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Friends, colleagues, ladies and gentlemen 
1.     In August last year, Prime Minister Lee Hsien Loong announced a new national programme called Age Well SG, that encourages our seniors to live healthily and actively in our communities. It complements a programme which we launched earlier, called Healthier SG. In November, we launched Age Well SG officially. 
2.     There are three pillars to Age Well SG. First, improvement to our homes and living environment, such as Enhancement for Active Seniors (EASE) 2.0. Second, improvement to transport facilities so that they become barrier-free and more convenient for seniors. Third, and this is where the Ministry of Health (MOH) is involved, expanding the number and variety of programmes and activities for seniors at our Active Ageing Centres (AACs). We are setting aside a total of $3.5 billion over the next 10 years for Age Well SG. All these were announced before.
3.     Today we are launching a fourth pillar of Age Well SG, which is a national volunteer programme for our seniors. 
4.     Both the beneficiaries of volunteer work and the volunteers will benefit from the programme. The recipient benefits, and the giver potentially can benefit even more. If implemented well, the programme will strongly support seniors in ageing well, and will truly embody the spirit of community health. 
Ageing Well and Senior Volunteerism
5.      Our ability to contribute to society and people around us gives us a sense of purpose and self-worth, and is closely tied to a person’s well-being and health. Even though many of us complain about our work, colleagues or bosses, subconsciously I think we derive a lot of benefits and happiness from our work, no matter how frustrating it can sometimes be. That is also why for many of us, we feel a sense of loss after retirement. 
6.      Volunteerism is not a full substitution for work but can help fill some of the void when a person retires. Through volunteerism, seniors can continue to make a meaningful impact on the lives of people around them, and remain active, healthy and socially connected.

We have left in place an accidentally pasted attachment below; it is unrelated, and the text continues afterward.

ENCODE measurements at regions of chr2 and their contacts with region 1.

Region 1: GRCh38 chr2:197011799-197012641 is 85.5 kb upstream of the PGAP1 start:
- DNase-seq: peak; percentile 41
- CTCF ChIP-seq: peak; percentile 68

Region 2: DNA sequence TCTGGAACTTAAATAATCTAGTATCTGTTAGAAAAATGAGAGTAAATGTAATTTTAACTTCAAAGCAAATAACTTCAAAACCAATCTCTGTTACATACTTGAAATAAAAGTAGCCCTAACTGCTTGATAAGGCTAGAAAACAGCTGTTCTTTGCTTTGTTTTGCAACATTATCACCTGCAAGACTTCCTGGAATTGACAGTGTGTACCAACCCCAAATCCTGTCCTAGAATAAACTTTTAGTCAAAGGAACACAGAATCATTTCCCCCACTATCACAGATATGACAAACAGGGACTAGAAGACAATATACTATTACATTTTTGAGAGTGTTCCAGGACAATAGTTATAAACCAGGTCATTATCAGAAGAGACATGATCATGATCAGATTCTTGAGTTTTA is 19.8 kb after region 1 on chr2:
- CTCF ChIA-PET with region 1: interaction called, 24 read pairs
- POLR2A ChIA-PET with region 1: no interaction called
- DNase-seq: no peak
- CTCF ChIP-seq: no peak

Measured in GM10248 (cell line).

7.      This is a key reason for the Government to set up the Pioneer Generation Office in 2014. Today, it is called the Silver Generation Office and it comes under the Agency for Integrated Care (AIC), which is under MOH. The Office has recruited thousands of volunteers, whom we address as Silver Generation Ambassadors (SGAs). 
8.      The SGAs do very good work. They engage seniors in their homes and community places, check on them, and connect them to relevant government schemes. It is meaningful work. On top of that, going out and about provides a very good workout for the SGAs. The programme is what I would call a large receptacle which enables many seniors to continue to make a contribution. 
9.      I hope that the national volunteer programme we are launching today will be another large receptacle for senior volunteers. This time, the volunteer work will be at our AACs. The volunteers will assist with the implementation of AAC activities, such as befriending seniors, organising and facilitating activities, forming a band or choir. They will complement the work of the SGAs. 
10.      We call these volunteers Silver Guardians. 
Silver Guardian Programme
11.      Last April, AIC implemented a pilot programme for Silver Guardians, where they recruited, trained and matched volunteers to 12 AACs, to support seniors there. 
12.      These volunteers co-facilitated active ageing programmes like Chair Zumba, which you just participated in, and music workshops. Some of them also befriended at-risk seniors and provided support and encouragement to them. 
13.      The pilot project confirmed something which researchers, clinicians, doctors and MOH have always suspected, which is that the volunteers can benefit greatly, maybe even more so, than the beneficiaries of the volunteer work. The giver can benefit more than the recipient of volunteer work.